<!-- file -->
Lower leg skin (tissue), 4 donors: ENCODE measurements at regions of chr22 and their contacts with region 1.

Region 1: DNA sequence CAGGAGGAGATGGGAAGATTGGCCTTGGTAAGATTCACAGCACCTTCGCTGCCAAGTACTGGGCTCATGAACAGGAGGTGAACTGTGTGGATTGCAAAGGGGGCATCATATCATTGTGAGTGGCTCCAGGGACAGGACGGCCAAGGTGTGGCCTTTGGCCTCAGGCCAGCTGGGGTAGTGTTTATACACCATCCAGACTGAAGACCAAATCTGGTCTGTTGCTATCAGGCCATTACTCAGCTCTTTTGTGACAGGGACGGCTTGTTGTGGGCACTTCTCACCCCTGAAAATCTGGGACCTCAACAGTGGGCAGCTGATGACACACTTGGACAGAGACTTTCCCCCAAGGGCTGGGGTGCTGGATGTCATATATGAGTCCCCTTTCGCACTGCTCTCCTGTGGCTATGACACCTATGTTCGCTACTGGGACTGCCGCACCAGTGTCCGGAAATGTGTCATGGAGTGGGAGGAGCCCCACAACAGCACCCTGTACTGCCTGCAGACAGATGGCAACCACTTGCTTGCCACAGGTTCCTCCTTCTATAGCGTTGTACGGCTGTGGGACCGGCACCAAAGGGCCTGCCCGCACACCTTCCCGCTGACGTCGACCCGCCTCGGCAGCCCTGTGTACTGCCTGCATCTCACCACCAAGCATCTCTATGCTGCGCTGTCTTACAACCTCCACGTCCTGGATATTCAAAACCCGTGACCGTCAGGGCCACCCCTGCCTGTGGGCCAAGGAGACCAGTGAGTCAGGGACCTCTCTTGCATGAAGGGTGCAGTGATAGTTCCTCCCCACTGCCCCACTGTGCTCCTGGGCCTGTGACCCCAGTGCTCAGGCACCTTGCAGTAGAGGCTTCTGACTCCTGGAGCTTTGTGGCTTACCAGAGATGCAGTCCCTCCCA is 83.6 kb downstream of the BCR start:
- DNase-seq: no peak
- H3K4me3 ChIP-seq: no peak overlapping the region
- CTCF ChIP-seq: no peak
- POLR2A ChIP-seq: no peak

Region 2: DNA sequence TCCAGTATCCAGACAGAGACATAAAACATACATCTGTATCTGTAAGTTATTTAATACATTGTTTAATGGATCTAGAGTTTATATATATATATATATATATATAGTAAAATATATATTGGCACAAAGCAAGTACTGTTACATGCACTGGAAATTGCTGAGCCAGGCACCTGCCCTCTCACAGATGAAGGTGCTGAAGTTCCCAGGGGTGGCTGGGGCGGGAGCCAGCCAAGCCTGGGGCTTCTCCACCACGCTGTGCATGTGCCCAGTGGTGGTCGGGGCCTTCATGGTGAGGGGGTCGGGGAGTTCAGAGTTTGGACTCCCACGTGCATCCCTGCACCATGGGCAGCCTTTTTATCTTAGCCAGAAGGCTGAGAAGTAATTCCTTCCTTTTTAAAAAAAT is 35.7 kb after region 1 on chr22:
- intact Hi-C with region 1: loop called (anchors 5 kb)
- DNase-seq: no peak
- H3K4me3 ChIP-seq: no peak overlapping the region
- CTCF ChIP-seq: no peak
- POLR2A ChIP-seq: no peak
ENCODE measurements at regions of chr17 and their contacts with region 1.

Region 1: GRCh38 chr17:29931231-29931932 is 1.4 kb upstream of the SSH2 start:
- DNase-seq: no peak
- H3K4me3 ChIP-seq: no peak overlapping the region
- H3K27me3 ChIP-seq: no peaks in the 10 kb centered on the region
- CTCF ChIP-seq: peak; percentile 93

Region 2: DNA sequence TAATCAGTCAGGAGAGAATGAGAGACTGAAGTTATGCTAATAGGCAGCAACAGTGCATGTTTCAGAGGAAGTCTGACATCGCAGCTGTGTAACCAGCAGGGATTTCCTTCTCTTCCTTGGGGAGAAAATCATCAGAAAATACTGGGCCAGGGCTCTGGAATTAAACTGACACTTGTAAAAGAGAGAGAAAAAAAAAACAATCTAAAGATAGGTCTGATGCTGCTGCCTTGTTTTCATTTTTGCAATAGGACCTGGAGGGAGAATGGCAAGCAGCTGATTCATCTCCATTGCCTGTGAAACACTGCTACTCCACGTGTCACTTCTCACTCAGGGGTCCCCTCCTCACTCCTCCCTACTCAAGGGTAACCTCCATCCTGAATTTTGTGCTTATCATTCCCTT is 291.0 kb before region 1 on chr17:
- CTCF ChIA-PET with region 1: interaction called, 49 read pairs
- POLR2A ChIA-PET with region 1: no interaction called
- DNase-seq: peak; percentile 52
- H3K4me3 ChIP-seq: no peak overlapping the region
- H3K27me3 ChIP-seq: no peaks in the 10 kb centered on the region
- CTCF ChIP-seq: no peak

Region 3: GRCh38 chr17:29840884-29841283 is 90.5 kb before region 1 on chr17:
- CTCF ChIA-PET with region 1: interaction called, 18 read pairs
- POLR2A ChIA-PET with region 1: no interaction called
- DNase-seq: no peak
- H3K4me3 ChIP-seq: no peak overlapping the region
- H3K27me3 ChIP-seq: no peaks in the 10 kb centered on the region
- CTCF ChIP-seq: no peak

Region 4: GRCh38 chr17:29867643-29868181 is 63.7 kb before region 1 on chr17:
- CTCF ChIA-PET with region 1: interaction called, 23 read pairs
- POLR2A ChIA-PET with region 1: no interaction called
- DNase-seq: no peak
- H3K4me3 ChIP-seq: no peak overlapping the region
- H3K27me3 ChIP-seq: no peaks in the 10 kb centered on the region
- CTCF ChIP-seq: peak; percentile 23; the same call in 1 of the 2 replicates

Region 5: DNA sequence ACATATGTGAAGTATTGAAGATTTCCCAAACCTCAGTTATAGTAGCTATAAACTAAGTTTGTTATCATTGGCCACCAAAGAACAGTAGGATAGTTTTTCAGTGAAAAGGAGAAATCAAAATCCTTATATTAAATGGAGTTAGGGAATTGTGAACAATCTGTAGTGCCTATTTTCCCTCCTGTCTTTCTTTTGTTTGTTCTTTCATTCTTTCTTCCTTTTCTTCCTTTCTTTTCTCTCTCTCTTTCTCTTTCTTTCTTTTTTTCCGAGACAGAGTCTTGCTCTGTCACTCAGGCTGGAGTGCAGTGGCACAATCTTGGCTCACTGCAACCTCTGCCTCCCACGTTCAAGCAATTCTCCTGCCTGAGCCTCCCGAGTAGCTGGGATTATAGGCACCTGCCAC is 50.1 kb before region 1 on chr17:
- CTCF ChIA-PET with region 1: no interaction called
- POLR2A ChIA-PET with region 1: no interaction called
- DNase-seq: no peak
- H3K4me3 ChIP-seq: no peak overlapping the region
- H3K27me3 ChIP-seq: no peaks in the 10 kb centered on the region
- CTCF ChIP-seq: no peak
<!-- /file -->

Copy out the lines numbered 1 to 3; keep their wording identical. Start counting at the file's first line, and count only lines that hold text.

Lower leg skin (tissue), 4 donors: ENCODE measurements at regions of chr22 and their contacts with region 1.

Region 1: DNA sequence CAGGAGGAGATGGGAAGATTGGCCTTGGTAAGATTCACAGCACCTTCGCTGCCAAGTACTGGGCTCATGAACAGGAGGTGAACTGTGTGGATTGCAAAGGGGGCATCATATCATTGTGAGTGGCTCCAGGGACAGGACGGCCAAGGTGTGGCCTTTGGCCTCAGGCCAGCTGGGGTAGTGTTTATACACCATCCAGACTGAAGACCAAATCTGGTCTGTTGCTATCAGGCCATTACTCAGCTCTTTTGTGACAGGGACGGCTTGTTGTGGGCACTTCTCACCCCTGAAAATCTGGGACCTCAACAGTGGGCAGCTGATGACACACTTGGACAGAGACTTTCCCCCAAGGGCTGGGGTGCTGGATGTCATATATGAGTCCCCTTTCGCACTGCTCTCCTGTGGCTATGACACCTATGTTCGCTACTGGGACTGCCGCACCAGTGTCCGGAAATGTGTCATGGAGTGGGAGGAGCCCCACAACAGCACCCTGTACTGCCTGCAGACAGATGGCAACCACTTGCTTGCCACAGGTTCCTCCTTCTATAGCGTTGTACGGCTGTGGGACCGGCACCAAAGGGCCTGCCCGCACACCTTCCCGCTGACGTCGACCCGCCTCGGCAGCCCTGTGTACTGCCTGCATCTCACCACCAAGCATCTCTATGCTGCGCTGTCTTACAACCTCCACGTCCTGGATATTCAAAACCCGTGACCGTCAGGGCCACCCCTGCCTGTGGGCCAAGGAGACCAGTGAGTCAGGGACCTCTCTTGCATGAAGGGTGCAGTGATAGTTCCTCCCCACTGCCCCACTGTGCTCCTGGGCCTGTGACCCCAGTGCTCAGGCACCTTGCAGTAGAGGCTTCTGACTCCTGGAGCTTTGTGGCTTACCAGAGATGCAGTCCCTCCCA is 83.6 kb downstream of the BCR start:
- DNase-seq: no peak